Is this a serious question? People have preferences and they tend to act in accordance with those preferences. They favor things and disfavor things. Some people even treat their families and friends as though they were more important than other people. Astonishingly discriminatory, I know!

"Kindchenschema". They remind us of babies. We're intrinsically protective of babies, both human and other animals. Cuteness is quite a big advantage, although there are countless instances where it doesn't help. Male baby chicks? Friggin' cute, yet they are destroyed (and not in a nice way, look up the shredders) en massť in factory farms because they don't need roosters, they need hens. In those cases, it's largely an "out of sight, out of mind" deal.

Furthermore, I disagree with the OP's premise. A lot of the animals environmentalists try to protect are anything but cute. They try to protect them because they're endangered. Bengal tigers are majestic and all, but hardly cute. Polar bears are blood-soaked murder machines, but they need protection. Particular snakes are - to most people - anything but cute, but if they are endangered they need protection. While on an individual level, protecting a cute animal if we see one is due to our bias towards cuteness, the "Kindchenschema", on a larger scale we are far from only caring about the cute ones.

As for farm animals; I think a lot of our lack of caring for their death is due to them being raised specifically to be killed; just like those dogs they eat in Eastern Asian countries (those are very unlike the family dogs people have around here). That doesn't mean people don't care about howthey die and how they are killed, though. Animal protections on farms have made some big progress in Europe in particular and while there's still a lot of needless suffering going on, I don't see a reason not to limit that while still eating meat. But meat-eating will have to be reduced anyway, if we want to be sustainable at some point. It's just too energy-inefficient to do on as large a scale as we currently do.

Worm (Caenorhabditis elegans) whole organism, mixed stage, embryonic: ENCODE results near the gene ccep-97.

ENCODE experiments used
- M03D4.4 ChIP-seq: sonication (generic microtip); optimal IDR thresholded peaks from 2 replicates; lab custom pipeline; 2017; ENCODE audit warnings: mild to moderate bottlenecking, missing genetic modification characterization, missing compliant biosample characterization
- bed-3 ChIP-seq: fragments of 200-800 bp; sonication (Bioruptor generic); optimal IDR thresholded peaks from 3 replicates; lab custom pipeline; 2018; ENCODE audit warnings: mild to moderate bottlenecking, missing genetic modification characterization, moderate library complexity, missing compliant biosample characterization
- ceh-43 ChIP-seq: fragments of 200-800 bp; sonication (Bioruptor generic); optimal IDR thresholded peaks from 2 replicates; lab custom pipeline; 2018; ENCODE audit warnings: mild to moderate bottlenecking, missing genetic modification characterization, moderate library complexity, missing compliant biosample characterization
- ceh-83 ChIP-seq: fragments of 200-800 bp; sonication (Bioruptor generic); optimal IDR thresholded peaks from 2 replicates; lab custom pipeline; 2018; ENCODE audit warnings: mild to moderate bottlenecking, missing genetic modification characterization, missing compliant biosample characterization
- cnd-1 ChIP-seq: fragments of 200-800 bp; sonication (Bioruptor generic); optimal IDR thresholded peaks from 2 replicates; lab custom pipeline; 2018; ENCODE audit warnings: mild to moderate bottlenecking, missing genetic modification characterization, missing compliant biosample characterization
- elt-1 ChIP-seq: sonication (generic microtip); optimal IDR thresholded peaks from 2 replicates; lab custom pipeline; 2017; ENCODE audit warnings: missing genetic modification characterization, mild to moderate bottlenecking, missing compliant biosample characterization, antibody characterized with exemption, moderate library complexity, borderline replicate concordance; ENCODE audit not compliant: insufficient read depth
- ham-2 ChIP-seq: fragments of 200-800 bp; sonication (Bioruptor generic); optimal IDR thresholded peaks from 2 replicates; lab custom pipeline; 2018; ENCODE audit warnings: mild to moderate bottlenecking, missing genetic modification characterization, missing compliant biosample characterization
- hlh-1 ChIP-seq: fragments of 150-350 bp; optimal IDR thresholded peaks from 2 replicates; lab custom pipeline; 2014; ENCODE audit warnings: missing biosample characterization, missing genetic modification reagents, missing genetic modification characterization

Blablahb:
Totally inaccurate statement. Food and scientific research are a valid necessary purpose, fur farming is not.

I wasn't trying to draw an equivalence, but rather they're all jobs that involve a strong stomach.

And, you know some people would call fur farming and the meat trade equally barbaric, right?

Personally, I've "made my peace" with the idea that humans exploit animals. They're delicious to eat, and comfortable to wear, and as long as some basic welfare and humane treatment is in place I see nothing wrong with that. I'd support wearing fur every bit as much as I consider it normal to wear a leather jacket, belt and shoes, if only they were comparable in terms of the pain the animal goes through. I might be a callous bastard but I'm not a sadist.